Thus, the odds are stacked greatly against a Republican winning the 2008 presidential race. So what can McCain do to win the race?
One compelling option for McCain is to change the nature of the Republican Party and indeed the electoral process in the United States in a way that has not been done in the modern era. Slated to join McCain this weekend is an independent Democrat, Joe Lieberman. The former Democratic vice presidential nominee is a strong supporter of a hawkish foreign policy, a loyal ally to McCain, and as McCain's running mate would allow for a number of arguments that will uniquely empower McCain and the Republicans in the fall elections.
By picking Joe Lieberman, John McCain can do three things he can not otherwise do. First, he runs as a centrist and a maverick, not a mainstream Republican, effectively and finally distancing himself from George Bush and turning the race into a contest between a bipartisan coalition and a more narrow Democratic ticket. This will avoid allowing the race to inevitably become a contest between a partisan Republican and a partisan Democrat -- a contrast that works inexorably to the Republican disadvantage.
Second, choosing Lieberman as his vice president allows McCain to develop a new, centrist ideology, borrowing ideas and principles from both parties. Working in a bipartisan fashion, and advocating and responding to the electorate's desire for change by indicating he will choose a bipartisan cabinet, McCain can take on the serious issues facing our country, such as entitlements, healthcare, our struggling economy and both the war on terror and the war in Iraq.
The Obama candidacy has compellingly proven that voters are attracted to this type of centrist, bipartisan approach, and there is ample survey research that supports this conclusion.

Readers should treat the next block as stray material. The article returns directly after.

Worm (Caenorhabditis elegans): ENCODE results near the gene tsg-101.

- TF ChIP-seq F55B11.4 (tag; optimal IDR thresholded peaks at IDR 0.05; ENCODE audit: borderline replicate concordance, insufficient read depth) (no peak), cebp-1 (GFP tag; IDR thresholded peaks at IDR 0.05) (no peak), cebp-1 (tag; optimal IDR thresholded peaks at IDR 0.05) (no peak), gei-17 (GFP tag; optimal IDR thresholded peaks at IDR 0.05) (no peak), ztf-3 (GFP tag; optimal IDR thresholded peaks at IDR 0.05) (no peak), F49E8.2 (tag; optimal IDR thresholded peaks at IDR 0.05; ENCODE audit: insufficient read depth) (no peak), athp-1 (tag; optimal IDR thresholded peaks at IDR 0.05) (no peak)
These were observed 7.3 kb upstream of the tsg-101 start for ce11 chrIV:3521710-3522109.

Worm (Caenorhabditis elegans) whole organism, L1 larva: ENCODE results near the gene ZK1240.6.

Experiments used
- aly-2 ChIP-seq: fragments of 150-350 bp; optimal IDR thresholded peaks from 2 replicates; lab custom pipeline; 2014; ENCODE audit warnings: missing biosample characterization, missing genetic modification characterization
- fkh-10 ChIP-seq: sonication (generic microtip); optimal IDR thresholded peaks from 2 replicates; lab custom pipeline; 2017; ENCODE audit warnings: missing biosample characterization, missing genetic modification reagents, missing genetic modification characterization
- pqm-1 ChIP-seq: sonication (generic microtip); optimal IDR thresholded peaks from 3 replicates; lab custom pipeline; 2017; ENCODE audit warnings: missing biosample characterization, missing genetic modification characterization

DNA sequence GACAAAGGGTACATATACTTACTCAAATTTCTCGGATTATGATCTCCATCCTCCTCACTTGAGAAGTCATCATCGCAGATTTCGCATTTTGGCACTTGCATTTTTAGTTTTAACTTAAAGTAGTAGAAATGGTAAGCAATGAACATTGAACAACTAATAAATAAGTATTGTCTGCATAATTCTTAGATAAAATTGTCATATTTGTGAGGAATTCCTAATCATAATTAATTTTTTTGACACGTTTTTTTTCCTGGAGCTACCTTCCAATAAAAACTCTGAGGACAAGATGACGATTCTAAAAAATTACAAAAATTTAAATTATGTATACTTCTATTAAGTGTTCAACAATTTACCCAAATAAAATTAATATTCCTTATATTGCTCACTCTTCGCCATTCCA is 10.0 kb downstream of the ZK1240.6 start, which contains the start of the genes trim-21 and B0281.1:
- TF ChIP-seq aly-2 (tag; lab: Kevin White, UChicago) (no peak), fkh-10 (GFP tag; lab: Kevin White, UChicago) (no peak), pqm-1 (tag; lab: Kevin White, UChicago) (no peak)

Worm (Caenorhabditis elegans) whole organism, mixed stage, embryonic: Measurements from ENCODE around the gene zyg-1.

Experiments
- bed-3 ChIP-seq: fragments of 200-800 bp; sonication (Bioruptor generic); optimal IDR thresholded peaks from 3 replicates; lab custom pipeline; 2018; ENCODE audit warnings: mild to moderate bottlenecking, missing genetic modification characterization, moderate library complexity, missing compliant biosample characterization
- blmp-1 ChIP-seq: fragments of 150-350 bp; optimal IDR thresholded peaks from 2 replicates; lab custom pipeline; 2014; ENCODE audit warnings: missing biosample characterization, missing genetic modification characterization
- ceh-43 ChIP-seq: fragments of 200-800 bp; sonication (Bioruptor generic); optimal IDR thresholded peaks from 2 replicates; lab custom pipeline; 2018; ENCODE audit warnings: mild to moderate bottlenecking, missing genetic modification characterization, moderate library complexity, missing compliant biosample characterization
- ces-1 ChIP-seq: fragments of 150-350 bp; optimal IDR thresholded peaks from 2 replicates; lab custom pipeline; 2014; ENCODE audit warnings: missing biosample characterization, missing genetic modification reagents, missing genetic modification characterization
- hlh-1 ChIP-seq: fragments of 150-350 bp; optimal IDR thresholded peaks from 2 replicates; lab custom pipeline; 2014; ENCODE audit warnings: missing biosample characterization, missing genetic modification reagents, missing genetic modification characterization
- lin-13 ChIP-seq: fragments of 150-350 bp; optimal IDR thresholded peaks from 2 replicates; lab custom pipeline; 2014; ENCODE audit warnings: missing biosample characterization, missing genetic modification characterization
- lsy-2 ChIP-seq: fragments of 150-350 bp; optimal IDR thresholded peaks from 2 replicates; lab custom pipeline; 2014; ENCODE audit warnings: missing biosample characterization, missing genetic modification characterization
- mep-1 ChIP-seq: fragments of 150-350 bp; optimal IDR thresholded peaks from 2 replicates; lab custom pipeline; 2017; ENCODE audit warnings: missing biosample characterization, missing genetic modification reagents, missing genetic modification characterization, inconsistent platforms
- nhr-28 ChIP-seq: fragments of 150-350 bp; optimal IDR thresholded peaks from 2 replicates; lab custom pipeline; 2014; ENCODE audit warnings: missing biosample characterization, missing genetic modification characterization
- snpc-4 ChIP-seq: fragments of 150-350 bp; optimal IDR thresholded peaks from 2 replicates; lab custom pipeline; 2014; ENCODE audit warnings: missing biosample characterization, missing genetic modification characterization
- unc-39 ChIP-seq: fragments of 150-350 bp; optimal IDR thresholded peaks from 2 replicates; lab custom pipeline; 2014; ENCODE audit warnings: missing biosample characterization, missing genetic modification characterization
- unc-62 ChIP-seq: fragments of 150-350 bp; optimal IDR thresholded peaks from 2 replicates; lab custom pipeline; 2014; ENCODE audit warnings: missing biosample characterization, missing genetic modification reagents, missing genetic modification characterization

Finally, if McCain selects Lieberman as his vice presidential running mate, he creates a critically important opportunity for America -- the possibility for bipartisan coalitions in the House and the Senate to be forged in a way that will uniquely reassure the American people about what can be achieved in Washington in the future.
To be sure, this idea goes against conventional wisdom. When Karl Rove and other Republican leaders have been asked who McCain should choose as his running mate, they run through a list of prospective choices and conclude that someone like Mitt Romney would make sense, or perhaps Charlie Crist can deliver Florida, or Bobby Jindal can balance McCain's age. I think this conventional approach is wrong for the Republican Party and wrong for the nation.
Let me be clear. This is about more than just choosing a vice presidential running mate. This is about fundamentally altering the nature of the political party system in America, which will redound not only to the short-term benefit of McCain, but also to the long-term benefit of the country.
Thus, selecting Joe Lieberman is not only a smart electoral strategy for John McCain, but a strategy that could potentially transform American politics.
Carly Cooperman contributed to this article.